Just weeks after Harriett’s opened its doors in early February, the COVID-19 pandemic hit Philadelphia and the bookshop was forced to close.
Cook persevered. Harriett’s has an online store where people can purchase books and merchandise. The shop also utilized sidewalk space for outdoor sales. And they won grant funding to cover the costs of backyard and basement renovations that provide extra space for shoppers to safely social-distance.
Through all the ups and downs this year, Cook said the shop’s namesake has been a source of inspiration.
“I’m always thinking, Harriet Tubman went through way worse,” she noted. “In the face of all of the adversity that we’ve been shown, it pales in comparison to what she went through.”
The entrepreneur also draws inspiration from her family and adversity that she faced earlier in life. When she was a child, her father was diagnosed with a terminal illness and her mother lost her eyesight. Cook also gave birth to her son as a 19-year-old student at the University of the Arts.
“What some people consider to be a radical act, to me was just a normal act,” she recalled. “I took my son with me to class every day.”
“I think that in some ways,” Cook added, “it’s indicative of what it means to be a mother and also to be an activist, to be a mother and also to be a business owner. It’s all encompassing, I can’t separate the two.”
“It’s important for other people to know that when you open a business, as a woman and as a Black woman,” she continued, “often there is more to it than just selling your products or service. You’re still dealing with the social construct. And if you’re in my position, pushing the social construct forward as much as you can.”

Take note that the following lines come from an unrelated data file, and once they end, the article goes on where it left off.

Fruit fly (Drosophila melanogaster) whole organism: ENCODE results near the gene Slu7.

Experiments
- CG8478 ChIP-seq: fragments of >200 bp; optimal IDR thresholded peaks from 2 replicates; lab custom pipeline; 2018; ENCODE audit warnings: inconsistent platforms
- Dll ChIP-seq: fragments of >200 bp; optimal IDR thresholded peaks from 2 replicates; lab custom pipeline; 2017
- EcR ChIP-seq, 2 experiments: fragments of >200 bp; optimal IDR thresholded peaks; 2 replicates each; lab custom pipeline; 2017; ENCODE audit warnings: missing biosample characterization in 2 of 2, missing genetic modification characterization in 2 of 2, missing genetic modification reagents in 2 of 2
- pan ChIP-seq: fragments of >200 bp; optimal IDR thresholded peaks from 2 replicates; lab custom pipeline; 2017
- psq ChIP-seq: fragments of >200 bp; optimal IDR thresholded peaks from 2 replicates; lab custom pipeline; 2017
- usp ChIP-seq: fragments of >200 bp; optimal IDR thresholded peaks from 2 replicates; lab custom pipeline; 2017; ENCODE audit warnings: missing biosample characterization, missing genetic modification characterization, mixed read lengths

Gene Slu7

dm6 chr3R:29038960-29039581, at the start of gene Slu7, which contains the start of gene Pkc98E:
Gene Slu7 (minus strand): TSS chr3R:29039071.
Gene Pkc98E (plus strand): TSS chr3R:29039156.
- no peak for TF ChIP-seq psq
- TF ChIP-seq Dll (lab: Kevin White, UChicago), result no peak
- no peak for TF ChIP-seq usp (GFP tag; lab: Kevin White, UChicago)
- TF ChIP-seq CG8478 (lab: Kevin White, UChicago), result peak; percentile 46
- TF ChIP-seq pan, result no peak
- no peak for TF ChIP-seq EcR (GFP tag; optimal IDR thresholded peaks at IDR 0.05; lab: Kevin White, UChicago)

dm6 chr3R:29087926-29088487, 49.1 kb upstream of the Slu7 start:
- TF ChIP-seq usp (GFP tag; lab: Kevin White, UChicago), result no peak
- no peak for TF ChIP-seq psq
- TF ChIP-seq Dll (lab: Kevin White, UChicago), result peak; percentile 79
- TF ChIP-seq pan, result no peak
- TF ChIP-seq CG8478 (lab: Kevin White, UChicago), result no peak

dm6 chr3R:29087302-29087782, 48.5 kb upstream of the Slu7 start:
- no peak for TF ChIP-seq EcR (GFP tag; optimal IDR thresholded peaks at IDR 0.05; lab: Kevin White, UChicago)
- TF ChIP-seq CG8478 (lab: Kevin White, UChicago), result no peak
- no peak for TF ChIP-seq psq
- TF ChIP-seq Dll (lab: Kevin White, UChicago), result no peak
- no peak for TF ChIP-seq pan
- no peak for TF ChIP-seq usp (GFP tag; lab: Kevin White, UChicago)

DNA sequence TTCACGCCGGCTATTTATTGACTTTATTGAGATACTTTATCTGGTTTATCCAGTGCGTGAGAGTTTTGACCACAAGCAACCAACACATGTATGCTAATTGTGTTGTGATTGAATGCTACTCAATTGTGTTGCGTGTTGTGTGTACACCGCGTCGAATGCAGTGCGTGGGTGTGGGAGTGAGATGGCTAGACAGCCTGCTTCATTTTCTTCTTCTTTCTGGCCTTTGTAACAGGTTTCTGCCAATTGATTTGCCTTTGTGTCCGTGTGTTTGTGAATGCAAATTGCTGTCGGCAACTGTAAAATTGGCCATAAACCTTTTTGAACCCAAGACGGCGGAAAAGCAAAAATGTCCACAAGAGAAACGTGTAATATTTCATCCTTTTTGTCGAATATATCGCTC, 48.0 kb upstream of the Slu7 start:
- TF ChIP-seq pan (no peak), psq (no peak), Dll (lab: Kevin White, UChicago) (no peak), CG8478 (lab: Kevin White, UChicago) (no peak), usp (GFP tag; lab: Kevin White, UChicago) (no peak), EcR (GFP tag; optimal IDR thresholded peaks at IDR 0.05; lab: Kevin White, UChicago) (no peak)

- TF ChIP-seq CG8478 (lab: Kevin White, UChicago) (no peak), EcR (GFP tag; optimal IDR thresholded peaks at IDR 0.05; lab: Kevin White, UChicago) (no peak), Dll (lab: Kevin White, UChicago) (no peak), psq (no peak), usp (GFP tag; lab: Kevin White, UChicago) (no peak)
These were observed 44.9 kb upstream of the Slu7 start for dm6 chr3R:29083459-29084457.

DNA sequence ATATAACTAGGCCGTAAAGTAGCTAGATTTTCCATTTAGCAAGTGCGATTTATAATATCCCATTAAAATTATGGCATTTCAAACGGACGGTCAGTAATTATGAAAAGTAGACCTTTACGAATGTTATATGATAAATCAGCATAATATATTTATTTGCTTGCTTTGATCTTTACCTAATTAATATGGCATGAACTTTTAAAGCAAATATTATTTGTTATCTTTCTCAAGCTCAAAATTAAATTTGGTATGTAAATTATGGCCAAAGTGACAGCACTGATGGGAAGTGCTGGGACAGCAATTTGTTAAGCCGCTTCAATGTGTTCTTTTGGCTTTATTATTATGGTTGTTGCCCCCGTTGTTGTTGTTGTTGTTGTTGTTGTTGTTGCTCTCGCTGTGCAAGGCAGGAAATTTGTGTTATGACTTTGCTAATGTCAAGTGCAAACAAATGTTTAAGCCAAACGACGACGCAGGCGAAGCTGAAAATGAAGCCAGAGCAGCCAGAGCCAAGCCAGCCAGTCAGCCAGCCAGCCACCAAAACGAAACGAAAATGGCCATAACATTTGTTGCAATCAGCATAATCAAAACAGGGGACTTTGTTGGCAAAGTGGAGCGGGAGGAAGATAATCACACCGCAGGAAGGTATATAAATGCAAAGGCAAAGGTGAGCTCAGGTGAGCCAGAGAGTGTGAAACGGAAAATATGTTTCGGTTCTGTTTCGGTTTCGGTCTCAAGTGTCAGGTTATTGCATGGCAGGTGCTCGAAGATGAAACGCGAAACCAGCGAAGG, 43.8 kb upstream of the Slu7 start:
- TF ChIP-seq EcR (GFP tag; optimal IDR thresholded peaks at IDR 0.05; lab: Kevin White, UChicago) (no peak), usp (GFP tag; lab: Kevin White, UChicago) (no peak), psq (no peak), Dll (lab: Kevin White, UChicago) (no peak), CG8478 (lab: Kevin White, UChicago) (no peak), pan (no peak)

Sisterhood will help save the world
Another important reason that motivated Cook to organize next week’s Sisterhood Sit-in event was the deep sadness she felt over the unjust death of Breonna Taylor.
Cook’s feelings about the incident relate to negative encounters with police officers that she has experienced personally. While police represent safety and protection to some people, she said, to her they don’t.
That’s why, when Harriett‘s received the threatening email in September, Cook didn’t contact the police. She felt safer reaching out to friends and neighbors for help.
“A lot of what we’ve done as a society,” she said, “is that we’ve outsourced protection and safety to the police. And when you’re in a community where that relationship isn’t strong, you’re basically isolated.”
The Sisterhood Sit-in was put together by Harriett’s as an opportunity for neighbors to come together and begin shaping their own solutions for community safety. Cook would like to initiate dialogue about what more residents can do amongst themselves to protect one another and she’d like to give women a leading voice in that conversation.
“I’ve said it many times, but I think that sisterhood will help save the world,” she said, “Meeting each other in partnership will help in a lot of ways.”
In a description of the event, Cook wrote:
“Just like historic heroine, Harriett Tubman, we are destined to free ourselves. So in the spirit of sisterhood, in the spirit of freedom and justice for all and in the face of vile and consistent threats we say come stand with us, better yet come sit with us as we present clear and concise ways to protect or serve one another.”
If you’re interested in attending the Harriett’s Bookshop’s Sisterhood Sit-In event, be sure to R.S.V.P. by visiting this event page.
To learn more about businesses in Kensington, Fishtown, and Port Richmond, please visit NKCDC’s Business Directory.
If you’re a small business owner, artist, or entrepreneurs and would like to learn more about NKCDC’s business resources and technical assistance opportunities, please contact Jessi Koch (firstname.lastname@example.org), Jake Norton (email@example.com), or call 215-427-0350.